Supporters of Myanmar's pro-democracy figurehead Aung San Suu Kyi gather outside National League for Democracy headquarters (NLD) in Yangon, Myanmar, November 9, 2015. Myanmar's ruling party conceded defeat in the country's general election on Monday, as the opposition led by democracy figurehead Aung San Suu Kyi appeared on course for a landslide victory that would ensure it can form the next government. "We lost," Union Solidarity and Development Party (USDP) acting chairman Htay Oo told Reuters in an interview a day after the Southeast Asian country's first free nationwide election in a quarter of a century. REUTERS/Jorge Silva      TPX IMAGES OF THE DAY      - RTS64YL
  • Mexico’s sugar clinics help patients control diabetes
    In Mexico, over 70 percent of citizens are overweight or obese and 14 percent of Mexican adults now suffer from diabetes, though half of those affected aren't even aware they have the disease. Special correspondent Fred de Sam Lazaro reports on the struggle to bring the disease under control.
    Original Air Date: November 9, 2015

Sunday, November 8, 2015

  • Millions vote in Myanmar's historic election
    In Myanmar, the country's freest election ever this weekend will determine control of the nation's parliament, which is still dominated by the military. Aung San Suu Kyi leads the main opposition party and is seeking re-election. Suzanne DiMaggio of The New America Foundation joins Hari Sreenivasan to discuss.
    Original Air Date: November 8, 2015
    Supporters of Myanmar leader Aung San Suu Kyi celebrate partial results shown on a television outside the NLD party headquarters in Yangon November 8, 2015. Voting unfolded smoothly in Myanmar on Sunday with no reports of violence to puncture a mood of jubilation marking the Southeast Asian nation's first free nationwide election in 25 years, its biggest stride yet in a journey to democracy from dictatorship.     REUTERS/Jorge Silva - RTS602M
  • Defense Sec. Ash Carter: More U.S. troops possible in Syria
    Defense Secretary Ash Carter said today more American ground troops could be sent to Syria in the future to contribute to the U.S.-led coalition that has carried out nearly 3,000 airstrikes against the Islamic State in Syria. New York Times reporter Eric Schmitt joins Hari Sreenivasan to discuss.
    Original Air Date: November 8, 2015
    U.S. Secretary of Defense Ash Carter speaks with U.S. service members aboard the USS Theodore Roosevelt aircraft carrier in the South China Sea, in this handout photograph taken and released on November 5, 2015. REUTERS/Senior Master Sgt. Adrian Cadiz/Department of Defense/Handout FOR EDITORIAL USE ONLY. NOT FOR SALE FOR MARKETING OR ADVERTISING CAMPAIGNS - RTX1UX2N
  • Air pollution is ruining Europe's ancient monuments
    A new study by Italian researchers has found that smog is wearing down many of Rome's most famous monuments. And in Paris, the Eiffel Tower is now being used to monitor air quality. NewsHour's Chistopher Booker reports.
    Original Air Date: November 8, 2015
    Screen Shot 2015-11-08 at 4.38.24 PM
  • With no lawyers, child migrants fight to stay in the U.S.
    For the thousands of unaccompanied, undocumented minors fleeing brutal violence in Central America and attempting to enter the U.S., making the case to stay isn't easy. Because they aren't guaranteed a lawyer, about half of these children are forced to navigate the complex immigration system alone. Now, a class action lawsuit is challenging that policy. NewsHour's Ivette Feliciano reports.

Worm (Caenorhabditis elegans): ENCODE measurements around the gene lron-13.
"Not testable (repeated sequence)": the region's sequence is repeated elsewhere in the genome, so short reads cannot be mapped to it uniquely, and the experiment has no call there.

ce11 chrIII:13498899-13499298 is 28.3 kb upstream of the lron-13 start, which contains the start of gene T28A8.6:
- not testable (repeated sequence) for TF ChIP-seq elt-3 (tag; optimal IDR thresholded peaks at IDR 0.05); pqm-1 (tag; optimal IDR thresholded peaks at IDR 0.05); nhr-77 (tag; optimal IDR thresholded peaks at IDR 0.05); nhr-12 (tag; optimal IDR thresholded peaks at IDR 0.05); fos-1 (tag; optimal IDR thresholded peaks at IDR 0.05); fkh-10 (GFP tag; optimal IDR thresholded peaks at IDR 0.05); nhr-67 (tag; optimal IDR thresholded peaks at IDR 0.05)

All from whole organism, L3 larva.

Original Air Date: November 8, 2015
    nhwe photo

Saturday, November 7, 2015

  • House passes billion-dollar transportation bill
    The U.S. House of Representatives on Thursday voted to pass a multi-year transportation bill that would authorize federal spending of up to $325 billion on road, bridge and rail transit projects for six years, though final provisions are subject to negotiations with the Senate. USA Today's Bart Jansen joins Hari Sreenivasan to discuss.
    Original Air Date: November 7, 2015
    Interchange between San Francisco International Airport, and Bayshore Freeway (US 101), San Francisco, California, USA
  • How Memphis changed how police handle mental health crises
    For decades, the Memphis Police Department has pioneered a model to better serve people experiencing a mental health crisis. The "Memphis Model," which aims to keep both officers and citizens safe and send fewer people to jail, has spread to almost 3,000 law enforcement agencies across the country. NewsHour's Megan Thompson reports.
    Original Air Date: November 7, 2015
    Screen Shot 2015-11-07 at 2.50.32 PM
  • 'Allegiance' recounts story of Japanese-American internment
    The musical "Allegiance," which recounts a family's struggle to endure the Japanese-American internment in the 1940s, opens on Broadway on Nov. 8. A rare foray onto the New York stage, the show was inspired by one of its stars, George Takei, who discusses the importance of telling the story. NewsHour's Mori Rothman reports.
    Original Air Date: November 7, 2015
    Allegiance George Takei on Broadway / not for reuse

Friday, November 6, 2015

  • In ‘Honky,’ a play that plays with the language of racism
    With “Honky,” PBS and Onstage in America present a stage comedy about racism that throws political correctness out the window. Hari Sreenivasan sits down with the play’s author, Greg Kalleres, to discuss how he explores race relations and coded language with humor.
    Original Air Date: November 6, 2015
  • How Picasso overturned the rules of sculpture
    Pablo Picasso, preeminent artist of the 20th century, is known far better for his painting than for his sculpture, but a new exhibition at the Museum of Modern Art in New York celebrates his playful and transformational experiments in three dimensions. Jeffrey Brown reports.
    Original Air Date: November 6, 2015